two girls and guy looking at tablet

- Written by Jono Nicholas, CEO of ReachOut

 One of the first things I taught my kids was looking both ways before crossing the road. It is a necessary lesson to stay safe in the physical world. With my kids spending an increasing amount of time online, I now need to teach them the skills to stay safe in the digital world. So, how do we keep our kids safe online and what can we do when something goes wrong?

Firstly, stay up-to-date with the devices, sites and apps your kids use. Many have in-built safety mechanisms that when turned on, make going online a far safer experience. If you don’t know how to turn on the safety mechanisms, watch one of the many how-to-videos. In addition, if your kids are young, do a regular sweep of the sites they visit and supervise what they watch.

As your kids grow up they will increasingly want to use social media and mobiles to stay connected with their friends. Having clear rules about how old kids need to be before they own a device or can access certain sites is important. In my view, kids shouldn’t be on social media before the age of 12 and should only have a mobile device if you are confident they can use it safely.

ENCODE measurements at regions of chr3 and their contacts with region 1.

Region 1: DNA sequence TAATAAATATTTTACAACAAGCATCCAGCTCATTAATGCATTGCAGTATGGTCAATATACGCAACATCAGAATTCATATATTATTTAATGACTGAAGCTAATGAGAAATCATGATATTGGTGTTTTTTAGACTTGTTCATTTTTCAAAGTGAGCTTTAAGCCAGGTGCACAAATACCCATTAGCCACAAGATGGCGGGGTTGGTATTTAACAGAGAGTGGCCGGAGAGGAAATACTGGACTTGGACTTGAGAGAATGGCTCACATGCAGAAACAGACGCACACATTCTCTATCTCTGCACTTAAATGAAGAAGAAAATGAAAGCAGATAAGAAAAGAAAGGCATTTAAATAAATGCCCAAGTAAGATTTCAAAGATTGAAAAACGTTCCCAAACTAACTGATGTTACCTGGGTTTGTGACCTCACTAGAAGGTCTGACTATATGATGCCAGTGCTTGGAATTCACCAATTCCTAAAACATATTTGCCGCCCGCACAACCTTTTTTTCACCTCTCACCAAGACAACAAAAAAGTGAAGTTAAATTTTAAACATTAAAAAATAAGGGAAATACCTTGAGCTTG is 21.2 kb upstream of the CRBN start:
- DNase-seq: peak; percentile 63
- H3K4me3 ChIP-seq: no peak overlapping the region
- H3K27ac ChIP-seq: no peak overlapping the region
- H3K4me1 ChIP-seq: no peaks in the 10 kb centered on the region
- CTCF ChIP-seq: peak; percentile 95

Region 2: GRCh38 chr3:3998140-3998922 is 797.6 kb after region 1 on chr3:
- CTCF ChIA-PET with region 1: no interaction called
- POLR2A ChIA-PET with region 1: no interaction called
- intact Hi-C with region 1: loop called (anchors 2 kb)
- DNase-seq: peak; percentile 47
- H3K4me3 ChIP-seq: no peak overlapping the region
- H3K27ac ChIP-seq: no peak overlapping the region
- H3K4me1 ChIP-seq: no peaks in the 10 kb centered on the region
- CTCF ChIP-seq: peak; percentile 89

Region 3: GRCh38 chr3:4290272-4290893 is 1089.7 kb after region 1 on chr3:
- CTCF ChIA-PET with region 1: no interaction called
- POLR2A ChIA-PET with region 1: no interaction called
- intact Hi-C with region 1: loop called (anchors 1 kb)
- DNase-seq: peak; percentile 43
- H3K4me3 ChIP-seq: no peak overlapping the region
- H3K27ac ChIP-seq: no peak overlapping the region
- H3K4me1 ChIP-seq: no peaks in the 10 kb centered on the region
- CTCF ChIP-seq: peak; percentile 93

Prior to having a social media account or their own mobile, you need to ensure that your teenager is aware of the consequences of using technology inappropriately. The fact is that actions in the digital world can have real-world consequences, including legal ones. Often, they are poorly understood by teenagers with many believing that behaving badly online is no big deal.

We also need to teach our kids about risks online. If your kids are young, teach them about stranger danger and to alert you if they feel unsafe. If your teenager is being cyberbullied and you need to have content taken down, you can contact the social media platform or the eSafety Commission for additional assistance.

Finally, as parents we need to be good role models. It is important that our kids see that we can stay respectful online when upset, that we don’t share hurtful or harmful photos and can manage our technology by turning off. With ever increasing access to the internet, digital safety is now as important as road safety. The great news is that if we teach our kids these skills from a young age and respond if something goes wrong, we can help them to not only survive the digital world but to thrive in it.

This article was originally published in The Courier Mail as 'Children need adults plugged in, switched on' on 18 February, 2018.